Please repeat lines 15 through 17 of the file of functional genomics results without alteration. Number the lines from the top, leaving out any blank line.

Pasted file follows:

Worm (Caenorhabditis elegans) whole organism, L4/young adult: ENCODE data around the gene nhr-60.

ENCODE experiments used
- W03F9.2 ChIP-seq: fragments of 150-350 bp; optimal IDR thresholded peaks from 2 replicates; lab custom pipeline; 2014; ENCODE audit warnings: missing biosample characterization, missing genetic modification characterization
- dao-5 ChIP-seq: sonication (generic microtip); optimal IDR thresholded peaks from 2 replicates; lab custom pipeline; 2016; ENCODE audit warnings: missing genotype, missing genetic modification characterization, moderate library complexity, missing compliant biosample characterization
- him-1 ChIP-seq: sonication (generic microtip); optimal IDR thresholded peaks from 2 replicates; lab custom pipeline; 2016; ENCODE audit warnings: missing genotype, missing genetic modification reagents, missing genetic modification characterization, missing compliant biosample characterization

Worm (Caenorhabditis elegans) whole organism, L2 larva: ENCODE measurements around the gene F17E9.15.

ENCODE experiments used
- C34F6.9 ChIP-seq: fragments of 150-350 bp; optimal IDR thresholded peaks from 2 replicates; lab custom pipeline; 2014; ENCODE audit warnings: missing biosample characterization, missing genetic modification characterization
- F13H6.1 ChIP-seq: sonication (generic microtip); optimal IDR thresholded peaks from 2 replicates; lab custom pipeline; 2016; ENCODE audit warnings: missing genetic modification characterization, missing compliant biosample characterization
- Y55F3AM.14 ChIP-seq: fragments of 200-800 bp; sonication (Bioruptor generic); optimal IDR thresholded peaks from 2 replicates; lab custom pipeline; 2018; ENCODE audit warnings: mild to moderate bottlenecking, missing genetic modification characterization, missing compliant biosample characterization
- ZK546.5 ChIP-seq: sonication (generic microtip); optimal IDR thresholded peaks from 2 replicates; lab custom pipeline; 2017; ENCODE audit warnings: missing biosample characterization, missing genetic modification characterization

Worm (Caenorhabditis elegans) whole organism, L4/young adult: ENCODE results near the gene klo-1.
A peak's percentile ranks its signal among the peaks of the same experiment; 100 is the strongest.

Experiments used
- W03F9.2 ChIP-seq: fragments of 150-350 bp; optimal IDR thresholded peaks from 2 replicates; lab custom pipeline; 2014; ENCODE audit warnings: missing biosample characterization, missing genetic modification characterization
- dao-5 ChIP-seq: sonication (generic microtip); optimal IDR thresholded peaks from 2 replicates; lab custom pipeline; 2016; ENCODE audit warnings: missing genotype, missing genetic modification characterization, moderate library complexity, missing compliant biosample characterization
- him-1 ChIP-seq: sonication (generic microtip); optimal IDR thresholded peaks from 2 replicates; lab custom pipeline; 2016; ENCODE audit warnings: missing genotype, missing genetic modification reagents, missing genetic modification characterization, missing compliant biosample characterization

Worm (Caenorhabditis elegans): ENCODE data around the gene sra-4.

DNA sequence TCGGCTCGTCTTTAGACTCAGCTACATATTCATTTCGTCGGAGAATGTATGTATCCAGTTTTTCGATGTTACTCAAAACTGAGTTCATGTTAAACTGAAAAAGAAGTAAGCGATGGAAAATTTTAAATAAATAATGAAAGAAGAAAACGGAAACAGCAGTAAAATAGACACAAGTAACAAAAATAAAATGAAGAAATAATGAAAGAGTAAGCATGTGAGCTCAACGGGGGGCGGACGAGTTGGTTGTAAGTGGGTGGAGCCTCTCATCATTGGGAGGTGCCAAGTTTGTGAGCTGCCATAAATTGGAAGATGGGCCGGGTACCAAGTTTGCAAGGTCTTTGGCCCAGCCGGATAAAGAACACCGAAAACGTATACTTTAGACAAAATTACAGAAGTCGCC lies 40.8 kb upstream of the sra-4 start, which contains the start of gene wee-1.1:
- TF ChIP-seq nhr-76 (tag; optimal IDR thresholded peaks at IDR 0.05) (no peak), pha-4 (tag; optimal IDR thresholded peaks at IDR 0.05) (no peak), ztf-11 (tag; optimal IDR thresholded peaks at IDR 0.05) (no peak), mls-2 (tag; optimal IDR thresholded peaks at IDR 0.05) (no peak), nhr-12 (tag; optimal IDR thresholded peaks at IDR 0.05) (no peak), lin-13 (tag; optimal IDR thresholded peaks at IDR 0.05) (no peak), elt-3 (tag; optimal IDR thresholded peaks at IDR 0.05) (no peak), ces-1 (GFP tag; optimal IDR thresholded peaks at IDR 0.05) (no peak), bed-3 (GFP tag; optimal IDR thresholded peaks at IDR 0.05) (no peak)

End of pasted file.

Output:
- W03F9.2 ChIP-seq: fragments of 150-350 bp; optimal IDR thresholded peaks from 2 replicates; lab custom pipeline; 2014; ENCODE audit warnings: missing biosample characterization, missing genetic modification characterization
- dao-5 ChIP-seq: sonication (generic microtip); optimal IDR thresholded peaks from 2 replicates; lab custom pipeline; 2016; ENCODE audit warnings: missing genotype, missing genetic modification characterization, moderate library complexity, missing compliant biosample characterization
- him-1 ChIP-seq: sonication (generic microtip); optimal IDR thresholded peaks from 2 replicates; lab custom pipeline; 2016; ENCODE audit warnings: missing genotype, missing genetic modification reagents, missing genetic modification characterization, missing compliant biosample characterization